Facedown in the dirt, holding hammer and chisel, 16-year-old Austin Holder looked up through a hole in a rotted floor. The part of his face not covered with grime was streaked with paint. Sweat rolled off him.
He then did something magical – he smiled.
All these “Salkehatchie kids” smile. These summer campers doing volunteer work for the Salkehatchie Summer Service camp run by the United Methodist Churches throughout South Carolina smile because their work helps people who need it.
There is no other explanation given or needed.
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“I am spreading God’s love and doing good works,” Austin said.
Then some dirt and sawdust fell on his face, and he didn’t even complain.
This week, more than 70 campers are in Rock Hill, refurbishing six homes belonging to people who otherwise could not afford repairs.
Some houses needed a roof. Some needed floors and paint and gutters. Some needed everything from the ground up to the peak of the shingles.
This is the 25th year Salkehatchie campers have come to Rock Hill. The statewide camp, with 50 sites, is marking its 35th year of free construction help.
The clients come as referrals from the city of Rock Hill, Carolina Community Actions, and other agencies that serve people whose homes need repairs, but who don’t have the money to fix what leaks or is broken.
“These kids, this whole thing, has been a true blessing,” said Jonetta Sandifer, who has lived in her College Downs neighborhood home for more than 20 years. “Last year they replaced the entire roof. I cried so much and hugged them all.
“This year, well, it is so much underneath the roof they are doing. I am so thankful.”
The students come from all corners of the state. Sarah Moser came all the way from Nebraska to help people in a place she had never heard of before this trip.
“The whole idea is to serve others, to give,” said Chuck Hailey, a retired construction teacher who, along with his wife Tammy, have run the Rock Hill camp for 20 years.
The campers pay more than $200 each for the privilege of spending long, hot days working – then sleeping on cots or air mattresses at Methodist churches.
They work all day under the direction of adult volunteers who have some experience in construction, take a shower and wolf down a bite prepared by church volunteers, then fall asleep dog-tired – just to get up the next morning and do it all over again.
“God would want me to help,” said Iris Tetsch, 14.
“The work helps others,” said Robert Caviness, 16.
Michael Holinko came with his grandfather, who is an adult volunteer.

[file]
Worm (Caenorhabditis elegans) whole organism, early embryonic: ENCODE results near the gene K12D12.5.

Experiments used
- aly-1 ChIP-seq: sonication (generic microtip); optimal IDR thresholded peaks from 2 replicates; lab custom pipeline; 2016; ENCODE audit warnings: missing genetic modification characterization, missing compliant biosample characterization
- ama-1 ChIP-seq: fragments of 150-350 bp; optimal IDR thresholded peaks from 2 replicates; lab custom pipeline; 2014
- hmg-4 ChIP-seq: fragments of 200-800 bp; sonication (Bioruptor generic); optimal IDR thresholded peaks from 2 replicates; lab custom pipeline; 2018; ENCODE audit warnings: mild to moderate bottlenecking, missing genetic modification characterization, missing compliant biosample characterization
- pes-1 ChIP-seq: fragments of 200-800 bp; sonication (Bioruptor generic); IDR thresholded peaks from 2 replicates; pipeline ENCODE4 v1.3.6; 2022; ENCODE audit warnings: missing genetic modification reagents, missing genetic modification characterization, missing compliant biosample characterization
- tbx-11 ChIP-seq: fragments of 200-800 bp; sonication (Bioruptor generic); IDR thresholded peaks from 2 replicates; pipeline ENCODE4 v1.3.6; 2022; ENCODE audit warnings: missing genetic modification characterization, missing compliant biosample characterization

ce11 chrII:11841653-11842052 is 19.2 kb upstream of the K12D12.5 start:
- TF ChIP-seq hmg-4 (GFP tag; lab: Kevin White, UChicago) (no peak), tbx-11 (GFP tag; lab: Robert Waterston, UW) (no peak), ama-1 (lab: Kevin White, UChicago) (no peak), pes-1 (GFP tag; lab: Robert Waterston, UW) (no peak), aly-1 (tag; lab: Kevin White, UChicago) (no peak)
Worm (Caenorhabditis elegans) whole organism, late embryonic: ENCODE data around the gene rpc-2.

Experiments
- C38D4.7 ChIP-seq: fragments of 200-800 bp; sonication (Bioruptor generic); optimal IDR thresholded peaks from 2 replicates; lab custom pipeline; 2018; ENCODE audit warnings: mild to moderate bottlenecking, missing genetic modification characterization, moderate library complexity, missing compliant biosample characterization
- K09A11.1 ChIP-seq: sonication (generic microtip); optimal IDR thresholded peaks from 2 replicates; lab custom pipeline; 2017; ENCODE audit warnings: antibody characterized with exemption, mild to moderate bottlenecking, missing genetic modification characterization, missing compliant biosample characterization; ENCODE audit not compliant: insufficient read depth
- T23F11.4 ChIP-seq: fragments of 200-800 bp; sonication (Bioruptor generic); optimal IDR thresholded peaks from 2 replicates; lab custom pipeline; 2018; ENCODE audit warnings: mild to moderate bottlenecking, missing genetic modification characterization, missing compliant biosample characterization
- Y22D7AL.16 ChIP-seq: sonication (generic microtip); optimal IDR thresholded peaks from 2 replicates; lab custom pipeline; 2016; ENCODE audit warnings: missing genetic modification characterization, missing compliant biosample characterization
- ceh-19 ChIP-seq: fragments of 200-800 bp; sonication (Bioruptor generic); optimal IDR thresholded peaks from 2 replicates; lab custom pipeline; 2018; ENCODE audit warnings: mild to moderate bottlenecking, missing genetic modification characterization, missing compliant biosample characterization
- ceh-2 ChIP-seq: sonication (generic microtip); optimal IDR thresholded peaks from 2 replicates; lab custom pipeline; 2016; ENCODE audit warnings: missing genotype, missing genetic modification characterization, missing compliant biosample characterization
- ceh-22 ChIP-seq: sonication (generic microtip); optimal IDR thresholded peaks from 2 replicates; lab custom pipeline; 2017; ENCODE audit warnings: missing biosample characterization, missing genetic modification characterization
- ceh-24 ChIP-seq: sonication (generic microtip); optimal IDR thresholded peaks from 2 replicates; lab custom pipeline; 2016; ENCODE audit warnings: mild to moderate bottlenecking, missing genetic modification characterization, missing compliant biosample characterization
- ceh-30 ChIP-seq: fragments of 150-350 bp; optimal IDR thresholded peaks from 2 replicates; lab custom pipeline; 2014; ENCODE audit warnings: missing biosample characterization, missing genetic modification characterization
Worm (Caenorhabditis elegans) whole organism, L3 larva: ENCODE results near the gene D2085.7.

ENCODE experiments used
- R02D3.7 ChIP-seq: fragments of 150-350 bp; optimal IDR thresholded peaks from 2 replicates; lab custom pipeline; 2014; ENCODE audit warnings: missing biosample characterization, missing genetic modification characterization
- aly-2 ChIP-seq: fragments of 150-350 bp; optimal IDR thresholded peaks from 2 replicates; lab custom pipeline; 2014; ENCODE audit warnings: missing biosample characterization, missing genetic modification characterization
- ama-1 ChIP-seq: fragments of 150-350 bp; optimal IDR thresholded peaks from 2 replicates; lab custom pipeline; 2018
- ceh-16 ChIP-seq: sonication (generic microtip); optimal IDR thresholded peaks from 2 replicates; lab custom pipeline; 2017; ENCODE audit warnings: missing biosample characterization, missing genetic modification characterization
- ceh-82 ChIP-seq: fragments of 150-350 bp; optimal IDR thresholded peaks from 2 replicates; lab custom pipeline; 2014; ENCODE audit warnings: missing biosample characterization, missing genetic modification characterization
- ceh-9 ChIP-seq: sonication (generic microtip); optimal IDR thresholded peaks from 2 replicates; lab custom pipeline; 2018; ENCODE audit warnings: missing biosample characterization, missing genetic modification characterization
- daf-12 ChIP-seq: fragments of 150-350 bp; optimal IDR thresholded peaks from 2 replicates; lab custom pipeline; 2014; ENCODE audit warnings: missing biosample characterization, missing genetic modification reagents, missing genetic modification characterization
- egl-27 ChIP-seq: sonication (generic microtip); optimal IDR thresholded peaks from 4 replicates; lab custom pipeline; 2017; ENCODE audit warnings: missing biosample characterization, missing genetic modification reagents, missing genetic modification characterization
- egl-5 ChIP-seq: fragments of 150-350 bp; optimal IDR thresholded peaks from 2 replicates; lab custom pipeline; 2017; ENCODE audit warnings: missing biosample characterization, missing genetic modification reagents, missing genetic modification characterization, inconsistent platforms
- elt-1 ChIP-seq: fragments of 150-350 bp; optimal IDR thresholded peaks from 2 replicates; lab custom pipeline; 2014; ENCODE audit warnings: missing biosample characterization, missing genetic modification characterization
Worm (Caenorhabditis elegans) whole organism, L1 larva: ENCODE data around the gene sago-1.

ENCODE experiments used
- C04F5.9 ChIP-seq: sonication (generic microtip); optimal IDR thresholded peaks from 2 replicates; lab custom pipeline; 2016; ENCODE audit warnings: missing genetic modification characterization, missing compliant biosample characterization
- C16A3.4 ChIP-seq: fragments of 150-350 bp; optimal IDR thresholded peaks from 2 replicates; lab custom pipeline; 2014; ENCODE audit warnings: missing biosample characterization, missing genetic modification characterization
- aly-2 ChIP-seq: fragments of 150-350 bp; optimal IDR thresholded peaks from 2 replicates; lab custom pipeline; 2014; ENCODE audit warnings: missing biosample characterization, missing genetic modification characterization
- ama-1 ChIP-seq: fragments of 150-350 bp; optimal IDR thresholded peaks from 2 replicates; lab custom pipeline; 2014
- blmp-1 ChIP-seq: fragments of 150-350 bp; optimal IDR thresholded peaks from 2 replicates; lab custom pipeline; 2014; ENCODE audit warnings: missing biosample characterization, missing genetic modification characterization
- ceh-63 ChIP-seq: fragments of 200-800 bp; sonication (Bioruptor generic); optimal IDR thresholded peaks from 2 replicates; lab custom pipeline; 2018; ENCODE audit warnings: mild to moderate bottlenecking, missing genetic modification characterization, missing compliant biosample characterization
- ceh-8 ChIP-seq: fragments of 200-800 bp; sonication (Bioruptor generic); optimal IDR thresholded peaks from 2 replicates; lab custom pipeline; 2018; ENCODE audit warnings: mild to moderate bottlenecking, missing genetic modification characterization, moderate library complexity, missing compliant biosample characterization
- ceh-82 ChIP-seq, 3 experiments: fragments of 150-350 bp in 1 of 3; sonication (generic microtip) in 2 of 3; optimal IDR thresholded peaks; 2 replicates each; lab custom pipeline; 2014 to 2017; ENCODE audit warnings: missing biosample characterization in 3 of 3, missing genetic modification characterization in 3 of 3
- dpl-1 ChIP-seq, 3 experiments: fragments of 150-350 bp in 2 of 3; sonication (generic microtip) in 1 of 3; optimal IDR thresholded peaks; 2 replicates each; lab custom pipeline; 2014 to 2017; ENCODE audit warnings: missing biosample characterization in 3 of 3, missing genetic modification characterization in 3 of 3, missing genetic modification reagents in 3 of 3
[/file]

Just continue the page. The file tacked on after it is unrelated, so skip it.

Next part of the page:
“You give back something of yourself, to someone,” said Michael.
Not even Monday night’s storms could stop these campers. At a home on Clara Street, the roof and ceiling and much of the house needs replacement.
The workers on Monday stripped all the rotten roofing but found holes in the ceiling big enough to jump through. There wasn’t time to fix the holes Monday before the storms roared through, pulling tarpaulins stretched over the holes off the roof and sending debris falling through to the floor.
The resident in the house, age 96, had just walked into another room late Monday when some debris fell onto where she had been lying in bed.
“A miracle,” said Bobby Taylor, the Salkehatchie site manager for that house. “The weather wreaked havoc, but we will work on.”
These resourceful Salkehatchians brought in a rented truck, loaded the entire house’s furnishings into it, and cleaned out all the ruined drywall and more and began to fix the whole place.
Teens Anthony Provenzano, Carl Strickland and Adri Watford, who are not from Rock Hill and until Monday had never met the lady who lives in the house, climbed back up on the roof Tuesday and went back to work.
“You do it because it is the work God wants us to do,” Anthony said.
Back at the College Downs house of Jonetta Sandifer, one of the volunteers came around the corner covered with paint. Tessa Belk, 16, had worked on the house last year. She came back and said she wanted to work on this same house.
“Because we are like a family,” said Tessa. “We work together to help someone.”
Not just anybody, but Sandifer.
Tessa and Sandifer are from different places and different backgrounds, but Salkehatchie has brought them together in a big, warm, wonderful hug.
“Tessa was just like one of my own kids when she left here last year,” Sandifer said. “All the kids were. They are part of my family now.”